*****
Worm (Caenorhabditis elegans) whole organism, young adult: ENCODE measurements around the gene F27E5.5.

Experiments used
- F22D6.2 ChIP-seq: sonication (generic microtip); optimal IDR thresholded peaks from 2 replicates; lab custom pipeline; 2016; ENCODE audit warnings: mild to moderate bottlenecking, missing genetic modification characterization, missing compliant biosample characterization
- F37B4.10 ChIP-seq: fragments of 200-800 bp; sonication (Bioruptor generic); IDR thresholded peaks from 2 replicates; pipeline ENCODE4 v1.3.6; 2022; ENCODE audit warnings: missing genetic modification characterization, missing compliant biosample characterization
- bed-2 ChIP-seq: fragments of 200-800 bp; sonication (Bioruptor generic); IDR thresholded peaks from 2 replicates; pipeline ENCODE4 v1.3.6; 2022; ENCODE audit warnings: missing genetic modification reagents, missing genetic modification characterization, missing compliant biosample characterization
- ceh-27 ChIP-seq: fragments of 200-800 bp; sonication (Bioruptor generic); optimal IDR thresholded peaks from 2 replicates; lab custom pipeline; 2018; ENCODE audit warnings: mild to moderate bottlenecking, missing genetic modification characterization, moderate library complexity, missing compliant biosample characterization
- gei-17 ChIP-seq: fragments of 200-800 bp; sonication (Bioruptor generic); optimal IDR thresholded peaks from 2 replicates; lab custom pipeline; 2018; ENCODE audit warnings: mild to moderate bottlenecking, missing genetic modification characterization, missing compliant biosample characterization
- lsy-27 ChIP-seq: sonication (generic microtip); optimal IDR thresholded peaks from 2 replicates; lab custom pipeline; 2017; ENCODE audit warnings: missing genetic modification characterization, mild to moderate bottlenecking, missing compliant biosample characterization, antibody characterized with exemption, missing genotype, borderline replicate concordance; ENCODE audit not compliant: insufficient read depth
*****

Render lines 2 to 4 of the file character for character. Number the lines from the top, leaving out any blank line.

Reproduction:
Experiments used
- F22D6.2 ChIP-seq: sonication (generic microtip); optimal IDR thresholded peaks from 2 replicates; lab custom pipeline; 2016; ENCODE audit warnings: mild to moderate bottlenecking, missing genetic modification characterization, missing compliant biosample characterization
- F37B4.10 ChIP-seq: fragments of 200-800 bp; sonication (Bioruptor generic); IDR thresholded peaks from 2 replicates; pipeline ENCODE4 v1.3.6; 2022; ENCODE audit warnings: missing genetic modification characterization, missing compliant biosample characterization